which is a relatively good thermal insulator. Because dry wood or wood-based
products, such as MDF, have low thermal
conductivity, the cutting temperatures
are generally higher than expected.
Unlike many metal-cutting situations,
the workpiece, chip and/or liquid coolant cannot conduct heat away from the
cutting zone, and most of the heat generated goes into the tool.
Liquid coolants and lubricants have
been applied to metal, plastics and
green wood machining to reduce cutting temperatures or their effects on
tool wear. Due to the hygroscopic nature of dry wood or wood composites,
liquid coolants or lubricants are generally impractical for increasing tool life
when machining wood or wood-based
composite materials. However, cooling
tools with compressed and/or refrigerated air may reduce tool wear.
Compressed air cooling
Cooled or refrigerated air can be
produced for cooling a wood machining tool at down to -46C below the
compressed air supply with no moving
parts with a vortex tube. Compressed
air, normally 80-100 psi, is forced tan-
gentially into a vortex spin chamber.
The air stream revolves in an outer
vortex toward a hot end continually
expanding where some hot air escapes.
The remaining air, still spinning and
expanding, is forced back through
the center of the outer vortex and still
cooling. The inner stream gives off
more heat energy to the outer vortex.
The inner vortex continues to cool and
exits the vortex tube as cold air which
can be directed at a cutting tool.
The vortex tube appears to be a low
cost, reliable, relatively low maintenance solution to high-temperature
wood machining problems. Therefore,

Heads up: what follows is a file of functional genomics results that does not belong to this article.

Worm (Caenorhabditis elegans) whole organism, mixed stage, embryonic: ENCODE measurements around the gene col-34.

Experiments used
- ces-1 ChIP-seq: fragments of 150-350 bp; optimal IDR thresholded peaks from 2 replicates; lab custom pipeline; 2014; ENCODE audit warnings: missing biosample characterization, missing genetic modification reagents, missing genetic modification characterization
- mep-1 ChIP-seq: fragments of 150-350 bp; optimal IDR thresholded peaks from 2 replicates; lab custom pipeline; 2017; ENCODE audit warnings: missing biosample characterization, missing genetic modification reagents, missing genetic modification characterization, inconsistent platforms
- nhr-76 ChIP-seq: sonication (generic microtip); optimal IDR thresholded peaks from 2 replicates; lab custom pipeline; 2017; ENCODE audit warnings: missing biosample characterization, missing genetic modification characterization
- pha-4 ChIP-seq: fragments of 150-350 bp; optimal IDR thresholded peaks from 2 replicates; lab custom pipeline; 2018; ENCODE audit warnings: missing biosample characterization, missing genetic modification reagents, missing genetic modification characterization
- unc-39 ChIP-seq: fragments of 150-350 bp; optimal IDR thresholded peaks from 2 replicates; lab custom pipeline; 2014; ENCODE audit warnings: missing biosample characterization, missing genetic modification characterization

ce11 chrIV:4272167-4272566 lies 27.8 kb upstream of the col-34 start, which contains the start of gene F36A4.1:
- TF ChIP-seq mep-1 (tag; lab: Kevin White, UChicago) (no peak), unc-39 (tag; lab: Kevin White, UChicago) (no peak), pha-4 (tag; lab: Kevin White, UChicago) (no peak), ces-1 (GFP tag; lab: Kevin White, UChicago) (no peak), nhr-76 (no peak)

a study was undertaken at Purdue University to apply vortex tube-cooled air to
solid tungsten carbide router bits while
A concern of tool wear testing is
obtaining meaningful results from
minimum testing. Consequently, the
tools need to be similar and represent
the population. Likewise, the workpiece material — such as MDF — has
to be relatively uniform. Randomiza-tion of the tools and a large sample
Wear and temperature
Temperature Wear Wear Total
degrees (F) Void (%) Scar (%) Wear (%)
70 32.07 44.09 76.16
40 25. 39 34. 64 60.03
20 25. 68 40. 63 66. 31
Wear void, wear scar, and total wear as a
percentage of the original clearance face area
for the average of two flutes.
of MDF can help the uniformity of
the respective populations. If the tool
and workpiece materials are similar,
respectively, then other treatments
such as refrigerated air should readily
exhibit a difference or no difference
in simple comparative tool wear tests.
Three double-flute, solid tungsten
carbide, 3/8-inch diameter router
bits were randomly selected to cut 22
sheets ( 4 foot x 8 foot x 3/4 inch) at
16,000 rpm and at a 1/4 inch depth of
cut per pass across the MDF on a CNC
router. The total length of cut was
more than 175,000 yards per flute.
One of three tools was cooled with
ambient compressed air temperature
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